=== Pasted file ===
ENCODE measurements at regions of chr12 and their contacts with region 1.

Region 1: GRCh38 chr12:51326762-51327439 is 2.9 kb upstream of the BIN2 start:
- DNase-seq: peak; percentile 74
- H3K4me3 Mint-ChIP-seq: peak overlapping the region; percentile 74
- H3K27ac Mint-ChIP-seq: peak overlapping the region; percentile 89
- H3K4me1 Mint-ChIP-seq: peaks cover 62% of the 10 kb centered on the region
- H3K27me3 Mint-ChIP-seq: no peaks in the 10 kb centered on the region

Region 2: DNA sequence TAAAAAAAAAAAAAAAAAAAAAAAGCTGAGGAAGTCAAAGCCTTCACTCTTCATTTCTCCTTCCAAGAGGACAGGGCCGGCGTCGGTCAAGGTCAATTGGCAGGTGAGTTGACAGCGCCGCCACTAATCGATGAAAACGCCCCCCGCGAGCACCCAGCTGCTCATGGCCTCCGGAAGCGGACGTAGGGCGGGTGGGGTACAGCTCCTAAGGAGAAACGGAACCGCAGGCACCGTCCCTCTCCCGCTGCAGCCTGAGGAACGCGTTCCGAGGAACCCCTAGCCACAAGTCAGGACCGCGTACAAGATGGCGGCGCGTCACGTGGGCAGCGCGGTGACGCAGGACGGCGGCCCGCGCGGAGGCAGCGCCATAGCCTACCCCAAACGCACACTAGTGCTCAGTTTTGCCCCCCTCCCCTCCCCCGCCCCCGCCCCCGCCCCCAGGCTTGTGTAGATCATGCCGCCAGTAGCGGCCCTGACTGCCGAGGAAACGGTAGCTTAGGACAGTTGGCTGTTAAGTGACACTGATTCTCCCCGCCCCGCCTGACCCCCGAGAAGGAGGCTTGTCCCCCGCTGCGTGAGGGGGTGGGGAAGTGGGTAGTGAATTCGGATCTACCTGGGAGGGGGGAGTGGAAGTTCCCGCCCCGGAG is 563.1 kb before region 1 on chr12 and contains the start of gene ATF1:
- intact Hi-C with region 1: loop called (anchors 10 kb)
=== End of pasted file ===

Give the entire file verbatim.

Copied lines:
ENCODE measurements at regions of chr12 and their contacts with region 1.

Region 1: GRCh38 chr12:51326762-51327439 is 2.9 kb upstream of the BIN2 start:
- DNase-seq: peak; percentile 74
- H3K4me3 Mint-ChIP-seq: peak overlapping the region; percentile 74
- H3K27ac Mint-ChIP-seq: peak overlapping the region; percentile 89
- H3K4me1 Mint-ChIP-seq: peaks cover 62% of the 10 kb centered on the region
- H3K27me3 Mint-ChIP-seq: no peaks in the 10 kb centered on the region

Region 2: DNA sequence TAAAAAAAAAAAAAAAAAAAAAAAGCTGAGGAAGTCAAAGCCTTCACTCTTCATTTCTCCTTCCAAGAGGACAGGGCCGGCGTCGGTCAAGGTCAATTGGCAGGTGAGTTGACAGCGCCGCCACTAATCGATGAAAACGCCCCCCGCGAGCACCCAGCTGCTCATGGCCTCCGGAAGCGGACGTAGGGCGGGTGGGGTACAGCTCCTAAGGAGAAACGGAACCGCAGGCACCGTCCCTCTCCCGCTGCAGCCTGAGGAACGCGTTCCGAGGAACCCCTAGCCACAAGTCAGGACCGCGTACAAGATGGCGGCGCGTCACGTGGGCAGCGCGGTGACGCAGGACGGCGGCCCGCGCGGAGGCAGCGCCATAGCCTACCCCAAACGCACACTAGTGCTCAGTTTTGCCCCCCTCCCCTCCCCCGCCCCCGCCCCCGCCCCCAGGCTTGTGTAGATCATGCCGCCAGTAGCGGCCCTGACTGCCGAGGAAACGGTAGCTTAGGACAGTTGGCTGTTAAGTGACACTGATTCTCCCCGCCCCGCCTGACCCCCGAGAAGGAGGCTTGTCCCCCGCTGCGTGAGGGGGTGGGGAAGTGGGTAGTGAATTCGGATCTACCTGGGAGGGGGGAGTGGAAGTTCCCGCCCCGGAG is 563.1 kb before region 1 on chr12 and contains the start of gene ATF1:
- intact Hi-C with region 1: loop called (anchors 10 kb)